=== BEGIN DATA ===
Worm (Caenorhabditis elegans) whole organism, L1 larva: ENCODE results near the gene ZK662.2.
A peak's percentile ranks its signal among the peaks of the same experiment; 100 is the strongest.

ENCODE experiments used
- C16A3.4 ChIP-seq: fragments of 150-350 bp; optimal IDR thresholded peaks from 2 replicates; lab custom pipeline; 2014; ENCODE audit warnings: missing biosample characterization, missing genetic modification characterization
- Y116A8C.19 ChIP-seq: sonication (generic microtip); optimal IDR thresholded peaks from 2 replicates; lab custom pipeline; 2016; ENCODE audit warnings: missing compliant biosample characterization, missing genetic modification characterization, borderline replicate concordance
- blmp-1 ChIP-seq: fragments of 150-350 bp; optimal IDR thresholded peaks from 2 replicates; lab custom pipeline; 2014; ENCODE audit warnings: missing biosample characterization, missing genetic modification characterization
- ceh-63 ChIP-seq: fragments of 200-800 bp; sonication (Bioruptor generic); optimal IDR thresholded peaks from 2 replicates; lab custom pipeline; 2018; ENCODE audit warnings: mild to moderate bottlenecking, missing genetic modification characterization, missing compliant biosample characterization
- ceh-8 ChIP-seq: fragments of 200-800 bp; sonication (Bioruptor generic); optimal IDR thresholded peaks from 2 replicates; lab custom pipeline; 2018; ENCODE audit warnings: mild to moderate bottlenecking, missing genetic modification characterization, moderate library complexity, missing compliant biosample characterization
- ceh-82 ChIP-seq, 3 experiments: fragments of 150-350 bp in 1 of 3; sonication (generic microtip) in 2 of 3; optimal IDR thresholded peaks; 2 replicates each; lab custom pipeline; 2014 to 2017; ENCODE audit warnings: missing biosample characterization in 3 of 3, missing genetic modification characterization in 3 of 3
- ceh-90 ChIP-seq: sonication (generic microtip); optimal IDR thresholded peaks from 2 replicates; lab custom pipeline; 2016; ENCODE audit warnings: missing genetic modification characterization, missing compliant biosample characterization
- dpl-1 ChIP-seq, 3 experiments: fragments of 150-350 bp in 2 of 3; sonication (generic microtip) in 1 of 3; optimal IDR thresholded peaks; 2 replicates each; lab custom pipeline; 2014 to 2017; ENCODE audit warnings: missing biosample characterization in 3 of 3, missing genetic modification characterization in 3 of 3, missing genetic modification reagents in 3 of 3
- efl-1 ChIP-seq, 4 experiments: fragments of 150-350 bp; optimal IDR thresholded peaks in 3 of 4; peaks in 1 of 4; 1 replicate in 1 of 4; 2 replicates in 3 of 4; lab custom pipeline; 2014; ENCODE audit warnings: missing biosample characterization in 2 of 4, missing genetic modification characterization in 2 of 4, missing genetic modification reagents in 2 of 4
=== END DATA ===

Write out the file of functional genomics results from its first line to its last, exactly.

Worm (Caenorhabditis elegans) whole organism, L1 larva: ENCODE results near the gene ZK662.2.
A peak's percentile ranks its signal among the peaks of the same experiment; 100 is the strongest.

ENCODE experiments used
- C16A3.4 ChIP-seq: fragments of 150-350 bp; optimal IDR thresholded peaks from 2 replicates; lab custom pipeline; 2014; ENCODE audit warnings: missing biosample characterization, missing genetic modification characterization
- Y116A8C.19 ChIP-seq: sonication (generic microtip); optimal IDR thresholded peaks from 2 replicates; lab custom pipeline; 2016; ENCODE audit warnings: missing compliant biosample characterization, missing genetic modification characterization, borderline replicate concordance
- blmp-1 ChIP-seq: fragments of 150-350 bp; optimal IDR thresholded peaks from 2 replicates; lab custom pipeline; 2014; ENCODE audit warnings: missing biosample characterization, missing genetic modification characterization
- ceh-63 ChIP-seq: fragments of 200-800 bp; sonication (Bioruptor generic); optimal IDR thresholded peaks from 2 replicates; lab custom pipeline; 2018; ENCODE audit warnings: mild to moderate bottlenecking, missing genetic modification characterization, missing compliant biosample characterization
- ceh-8 ChIP-seq: fragments of 200-800 bp; sonication (Bioruptor generic); optimal IDR thresholded peaks from 2 replicates; lab custom pipeline; 2018; ENCODE audit warnings: mild to moderate bottlenecking, missing genetic modification characterization, moderate library complexity, missing compliant biosample characterization
- ceh-82 ChIP-seq, 3 experiments: fragments of 150-350 bp in 1 of 3; sonication (generic microtip) in 2 of 3; optimal IDR thresholded peaks; 2 replicates each; lab custom pipeline; 2014 to 2017; ENCODE audit warnings: missing biosample characterization in 3 of 3, missing genetic modification characterization in 3 of 3
- ceh-90 ChIP-seq: sonication (generic microtip); optimal IDR thresholded peaks from 2 replicates; lab custom pipeline; 2016; ENCODE audit warnings: missing genetic modification characterization, missing compliant biosample characterization
- dpl-1 ChIP-seq, 3 experiments: fragments of 150-350 bp in 2 of 3; sonication (generic microtip) in 1 of 3; optimal IDR thresholded peaks; 2 replicates each; lab custom pipeline; 2014 to 2017; ENCODE audit warnings: missing biosample characterization in 3 of 3, missing genetic modification characterization in 3 of 3, missing genetic modification reagents in 3 of 3
- efl-1 ChIP-seq, 4 experiments: fragments of 150-350 bp; optimal IDR thresholded peaks in 3 of 4; peaks in 1 of 4; 1 replicate in 1 of 4; 2 replicates in 3 of 4; lab custom pipeline; 2014; ENCODE audit warnings: missing biosample characterization in 2 of 4, missing genetic modification characterization in 2 of 4, missing genetic modification reagents in 2 of 4